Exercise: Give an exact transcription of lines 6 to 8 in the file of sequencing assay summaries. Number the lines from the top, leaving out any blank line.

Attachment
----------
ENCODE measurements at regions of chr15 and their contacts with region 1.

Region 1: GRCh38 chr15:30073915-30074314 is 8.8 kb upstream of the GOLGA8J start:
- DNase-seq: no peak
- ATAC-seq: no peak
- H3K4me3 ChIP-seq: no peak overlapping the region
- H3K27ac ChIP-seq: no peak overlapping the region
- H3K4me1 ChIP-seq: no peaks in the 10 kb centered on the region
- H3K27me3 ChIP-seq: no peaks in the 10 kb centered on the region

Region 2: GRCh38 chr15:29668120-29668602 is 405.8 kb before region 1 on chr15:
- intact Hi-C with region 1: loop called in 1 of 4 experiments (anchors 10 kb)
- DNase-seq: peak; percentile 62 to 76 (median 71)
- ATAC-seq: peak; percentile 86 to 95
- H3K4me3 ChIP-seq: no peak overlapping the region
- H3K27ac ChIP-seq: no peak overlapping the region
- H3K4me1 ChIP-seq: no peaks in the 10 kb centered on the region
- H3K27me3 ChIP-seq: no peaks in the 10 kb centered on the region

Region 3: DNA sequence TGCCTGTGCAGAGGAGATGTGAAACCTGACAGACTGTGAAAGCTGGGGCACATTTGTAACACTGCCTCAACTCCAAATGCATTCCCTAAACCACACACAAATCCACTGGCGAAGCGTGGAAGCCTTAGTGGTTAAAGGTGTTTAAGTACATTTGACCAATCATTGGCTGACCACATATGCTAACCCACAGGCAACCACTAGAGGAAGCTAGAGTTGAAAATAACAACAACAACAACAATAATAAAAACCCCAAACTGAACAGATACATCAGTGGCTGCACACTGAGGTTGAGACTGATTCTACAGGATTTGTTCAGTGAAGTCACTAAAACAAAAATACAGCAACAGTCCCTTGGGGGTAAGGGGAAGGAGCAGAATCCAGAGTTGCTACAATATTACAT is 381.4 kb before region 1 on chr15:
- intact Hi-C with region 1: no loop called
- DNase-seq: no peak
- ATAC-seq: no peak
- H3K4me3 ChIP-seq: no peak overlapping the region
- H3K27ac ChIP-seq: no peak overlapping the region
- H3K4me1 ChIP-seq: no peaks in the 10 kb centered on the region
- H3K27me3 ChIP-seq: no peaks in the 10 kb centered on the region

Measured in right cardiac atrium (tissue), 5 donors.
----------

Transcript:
- H3K27ac ChIP-seq: no peak overlapping the region
- H3K4me1 ChIP-seq: no peaks in the 10 kb centered on the region
- H3K27me3 ChIP-seq: no peaks in the 10 kb centered on the region